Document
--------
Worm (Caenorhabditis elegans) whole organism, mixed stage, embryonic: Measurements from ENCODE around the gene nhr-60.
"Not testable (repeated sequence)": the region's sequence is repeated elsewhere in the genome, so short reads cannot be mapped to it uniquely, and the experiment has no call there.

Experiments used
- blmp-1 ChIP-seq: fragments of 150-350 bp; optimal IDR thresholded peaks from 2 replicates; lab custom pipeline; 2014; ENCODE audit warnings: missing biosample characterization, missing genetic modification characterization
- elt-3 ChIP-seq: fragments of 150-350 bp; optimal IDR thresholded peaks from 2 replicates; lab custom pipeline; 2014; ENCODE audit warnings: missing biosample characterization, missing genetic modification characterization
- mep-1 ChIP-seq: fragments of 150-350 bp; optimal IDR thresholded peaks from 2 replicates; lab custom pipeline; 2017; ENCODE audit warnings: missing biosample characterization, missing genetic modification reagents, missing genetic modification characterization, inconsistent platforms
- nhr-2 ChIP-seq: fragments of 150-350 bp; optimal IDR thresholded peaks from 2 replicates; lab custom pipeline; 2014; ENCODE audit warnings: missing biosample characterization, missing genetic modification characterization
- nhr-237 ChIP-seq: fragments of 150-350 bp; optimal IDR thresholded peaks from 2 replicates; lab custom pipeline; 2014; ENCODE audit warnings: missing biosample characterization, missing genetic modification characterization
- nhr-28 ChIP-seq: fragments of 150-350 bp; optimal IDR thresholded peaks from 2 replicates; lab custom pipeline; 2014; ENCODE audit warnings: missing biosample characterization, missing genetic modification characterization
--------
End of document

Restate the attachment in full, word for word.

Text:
Worm (Caenorhabditis elegans) whole organism, mixed stage, embryonic: Measurements from ENCODE around the gene nhr-60.
"Not testable (repeated sequence)": the region's sequence is repeated elsewhere in the genome, so short reads cannot be mapped to it uniquely, and the experiment has no call there.

Experiments used
- blmp-1 ChIP-seq: fragments of 150-350 bp; optimal IDR thresholded peaks from 2 replicates; lab custom pipeline; 2014; ENCODE audit warnings: missing biosample characterization, missing genetic modification characterization
- elt-3 ChIP-seq: fragments of 150-350 bp; optimal IDR thresholded peaks from 2 replicates; lab custom pipeline; 2014; ENCODE audit warnings: missing biosample characterization, missing genetic modification characterization
- mep-1 ChIP-seq: fragments of 150-350 bp; optimal IDR thresholded peaks from 2 replicates; lab custom pipeline; 2017; ENCODE audit warnings: missing biosample characterization, missing genetic modification reagents, missing genetic modification characterization, inconsistent platforms
- nhr-2 ChIP-seq: fragments of 150-350 bp; optimal IDR thresholded peaks from 2 replicates; lab custom pipeline; 2014; ENCODE audit warnings: missing biosample characterization, missing genetic modification characterization
- nhr-237 ChIP-seq: fragments of 150-350 bp; optimal IDR thresholded peaks from 2 replicates; lab custom pipeline; 2014; ENCODE audit warnings: missing biosample characterization, missing genetic modification characterization
- nhr-28 ChIP-seq: fragments of 150-350 bp; optimal IDR thresholded peaks from 2 replicates; lab custom pipeline; 2014; ENCODE audit warnings: missing biosample characterization, missing genetic modification characterization